Last week, after a swarm of almost one hundred small earthquakes in the Salton Sea region, California’s Office of Emergency Services issued an earthquake advisory to Southern California residents warning of the potential of a larger earthquake occurring on the San Andreas fault. Write a short story in which the main plotline’s background includes the looming threat of a major earthquake. How does this create tension in the atmosphere and bring out different personality traits in each character?
This week, write a scene in which the main character is watching the presidential debates on television with another character and a confrontation arises over a disagreement of opinions. Have these characters just met, or are they old friends? Do their differing politics come as a surprise to the reader, or to each other, or are they expected? Politics aside, what does the disagreement reveal about the characters’ respective personalities, emotional states, and motives in relation to the narrative? Consider incorporating this scene for a short story you’ve written in the past or are currently working on in order to deepen a relationship.
In Washington Irving’s story “The Legend of Sleepy Hollow,” Ichabod Crane attends an autumnal harvest feast, where he listens to local townspeople recounting ghost stories. Later that night, on his fateful ride home, he encounters the Headless Horseman. The ending of the story is left open to interpretation: Is the Headless Horseman a ghoulish spirit, or is it actually Crane’s rival in love, dressed in disguise and further exaggerated by Crane’s haunted, overactive imagination? Write a ghost story in which you play with this ambiguity between the mundane and the supernatural, perhaps manipulating the observations and emotions of your main character, the stability of the story’s setting, or the sequence of events that unfolds. How does blurring the lines between human folly and otherworld menace imbue your storytelling with a sense of dread or horror?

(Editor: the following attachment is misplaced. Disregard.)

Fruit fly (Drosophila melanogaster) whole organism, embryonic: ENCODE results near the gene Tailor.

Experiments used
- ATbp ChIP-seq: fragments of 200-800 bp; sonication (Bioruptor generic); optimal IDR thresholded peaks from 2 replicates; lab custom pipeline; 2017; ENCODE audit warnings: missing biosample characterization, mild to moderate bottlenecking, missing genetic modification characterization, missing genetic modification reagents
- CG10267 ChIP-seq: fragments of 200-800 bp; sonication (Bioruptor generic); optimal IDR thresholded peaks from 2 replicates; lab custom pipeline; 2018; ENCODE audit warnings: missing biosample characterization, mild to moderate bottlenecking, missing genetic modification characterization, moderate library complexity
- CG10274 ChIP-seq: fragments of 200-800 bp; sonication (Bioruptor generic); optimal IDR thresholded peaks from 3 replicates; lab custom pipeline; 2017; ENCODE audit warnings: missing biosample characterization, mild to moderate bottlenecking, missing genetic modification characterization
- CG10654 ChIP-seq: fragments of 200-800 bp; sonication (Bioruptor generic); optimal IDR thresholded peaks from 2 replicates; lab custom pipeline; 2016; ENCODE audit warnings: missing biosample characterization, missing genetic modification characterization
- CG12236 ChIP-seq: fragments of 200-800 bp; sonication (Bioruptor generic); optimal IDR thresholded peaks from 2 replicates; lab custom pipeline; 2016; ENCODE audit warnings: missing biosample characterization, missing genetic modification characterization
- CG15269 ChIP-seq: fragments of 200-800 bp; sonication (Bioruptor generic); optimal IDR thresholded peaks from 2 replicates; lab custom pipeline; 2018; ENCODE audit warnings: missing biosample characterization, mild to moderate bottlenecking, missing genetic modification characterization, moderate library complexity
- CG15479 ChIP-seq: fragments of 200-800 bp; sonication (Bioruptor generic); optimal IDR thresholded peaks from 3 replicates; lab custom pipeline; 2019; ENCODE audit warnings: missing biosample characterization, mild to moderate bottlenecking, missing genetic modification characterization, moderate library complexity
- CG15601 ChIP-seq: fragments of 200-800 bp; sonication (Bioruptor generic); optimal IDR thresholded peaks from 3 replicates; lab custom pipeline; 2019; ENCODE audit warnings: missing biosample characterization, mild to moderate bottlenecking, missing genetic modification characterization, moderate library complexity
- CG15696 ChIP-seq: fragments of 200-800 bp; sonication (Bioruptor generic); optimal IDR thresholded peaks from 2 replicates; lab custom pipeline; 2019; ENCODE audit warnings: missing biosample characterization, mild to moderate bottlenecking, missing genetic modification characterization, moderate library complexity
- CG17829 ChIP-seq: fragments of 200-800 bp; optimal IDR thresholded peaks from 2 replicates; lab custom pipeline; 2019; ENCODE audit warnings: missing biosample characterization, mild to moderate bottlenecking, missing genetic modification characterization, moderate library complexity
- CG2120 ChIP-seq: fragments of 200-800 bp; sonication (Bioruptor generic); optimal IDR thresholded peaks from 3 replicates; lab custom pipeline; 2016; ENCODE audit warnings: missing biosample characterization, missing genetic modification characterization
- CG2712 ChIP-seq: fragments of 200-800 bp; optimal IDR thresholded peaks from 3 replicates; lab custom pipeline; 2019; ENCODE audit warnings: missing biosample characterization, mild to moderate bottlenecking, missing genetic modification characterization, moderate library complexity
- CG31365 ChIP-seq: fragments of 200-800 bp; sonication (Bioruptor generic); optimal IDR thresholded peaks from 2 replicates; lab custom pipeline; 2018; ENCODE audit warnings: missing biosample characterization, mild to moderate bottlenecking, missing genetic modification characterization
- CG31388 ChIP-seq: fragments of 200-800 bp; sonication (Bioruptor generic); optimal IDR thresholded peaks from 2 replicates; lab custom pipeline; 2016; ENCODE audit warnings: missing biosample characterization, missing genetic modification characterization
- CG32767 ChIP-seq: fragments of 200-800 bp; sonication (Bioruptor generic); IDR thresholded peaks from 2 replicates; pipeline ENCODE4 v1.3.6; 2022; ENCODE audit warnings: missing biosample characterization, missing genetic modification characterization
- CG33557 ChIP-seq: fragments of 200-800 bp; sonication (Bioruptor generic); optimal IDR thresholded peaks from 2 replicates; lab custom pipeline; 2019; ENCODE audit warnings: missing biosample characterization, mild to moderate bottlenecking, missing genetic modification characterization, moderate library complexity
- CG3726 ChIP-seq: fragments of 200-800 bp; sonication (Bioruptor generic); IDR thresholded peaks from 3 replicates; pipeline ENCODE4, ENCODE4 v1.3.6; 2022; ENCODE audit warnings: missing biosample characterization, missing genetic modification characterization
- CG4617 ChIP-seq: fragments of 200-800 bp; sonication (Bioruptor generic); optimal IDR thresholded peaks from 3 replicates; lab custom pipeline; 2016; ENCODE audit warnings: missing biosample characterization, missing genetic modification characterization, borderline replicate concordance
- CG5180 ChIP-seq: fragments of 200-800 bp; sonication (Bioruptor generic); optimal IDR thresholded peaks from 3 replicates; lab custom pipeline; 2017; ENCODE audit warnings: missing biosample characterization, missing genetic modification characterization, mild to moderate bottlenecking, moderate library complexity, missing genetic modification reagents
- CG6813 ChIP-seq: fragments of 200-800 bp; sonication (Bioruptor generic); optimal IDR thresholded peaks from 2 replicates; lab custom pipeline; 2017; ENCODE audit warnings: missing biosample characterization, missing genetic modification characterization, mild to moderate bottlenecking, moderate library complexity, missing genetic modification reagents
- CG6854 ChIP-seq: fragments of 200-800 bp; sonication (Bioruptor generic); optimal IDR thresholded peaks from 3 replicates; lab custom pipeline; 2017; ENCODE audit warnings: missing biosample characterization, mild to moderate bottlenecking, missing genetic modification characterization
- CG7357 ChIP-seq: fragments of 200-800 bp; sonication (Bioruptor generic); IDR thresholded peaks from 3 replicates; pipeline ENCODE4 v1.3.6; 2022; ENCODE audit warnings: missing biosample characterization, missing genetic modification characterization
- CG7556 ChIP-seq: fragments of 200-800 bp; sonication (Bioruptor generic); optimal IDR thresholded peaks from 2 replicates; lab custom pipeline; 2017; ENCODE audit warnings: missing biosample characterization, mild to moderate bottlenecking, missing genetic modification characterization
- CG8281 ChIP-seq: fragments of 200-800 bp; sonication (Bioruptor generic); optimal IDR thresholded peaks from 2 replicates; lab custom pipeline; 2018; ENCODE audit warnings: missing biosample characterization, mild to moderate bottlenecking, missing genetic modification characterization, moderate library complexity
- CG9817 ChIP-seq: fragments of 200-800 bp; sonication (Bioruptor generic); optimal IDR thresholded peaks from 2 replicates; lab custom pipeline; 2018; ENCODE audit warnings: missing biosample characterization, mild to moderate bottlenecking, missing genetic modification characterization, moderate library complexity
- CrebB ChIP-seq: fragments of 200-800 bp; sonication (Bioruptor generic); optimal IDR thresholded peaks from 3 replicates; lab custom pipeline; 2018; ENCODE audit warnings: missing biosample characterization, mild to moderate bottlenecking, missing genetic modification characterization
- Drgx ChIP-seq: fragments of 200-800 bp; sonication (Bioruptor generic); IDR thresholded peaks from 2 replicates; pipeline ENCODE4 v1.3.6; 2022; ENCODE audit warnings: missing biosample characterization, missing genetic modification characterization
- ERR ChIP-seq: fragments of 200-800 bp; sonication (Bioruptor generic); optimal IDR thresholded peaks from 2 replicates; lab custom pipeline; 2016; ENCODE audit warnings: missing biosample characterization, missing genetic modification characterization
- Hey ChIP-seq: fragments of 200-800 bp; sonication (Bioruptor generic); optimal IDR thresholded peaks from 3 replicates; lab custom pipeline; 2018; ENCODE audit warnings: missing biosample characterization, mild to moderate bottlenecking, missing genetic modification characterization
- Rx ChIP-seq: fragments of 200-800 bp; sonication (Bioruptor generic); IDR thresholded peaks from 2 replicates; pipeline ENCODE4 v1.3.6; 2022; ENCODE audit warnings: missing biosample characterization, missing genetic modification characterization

In mid-July, a young man caught an alligator gar—an extremely unusual, sharp-toothed, prehistoric-looking fish—while fishing from a lake in Schenectady, New York. He took a photo of the megafish to post on social media, and then let it go, in accordance with his catch-and-release policy. His mother subsequently shared the post, and her colleague then contacted the U.S. Geological Survey, which in turn contacted the New York State Department of Environmental Conservation, whose agents confirmed that it was an invasive species. This led to the mayor of Schenectady offering a one hundred dollar award to anyone who managed to catch the fish. Write a short story that unfolds in a similar fashion, beginning with the small action of one individual, which then puts into effect a chain of events involving a whole town.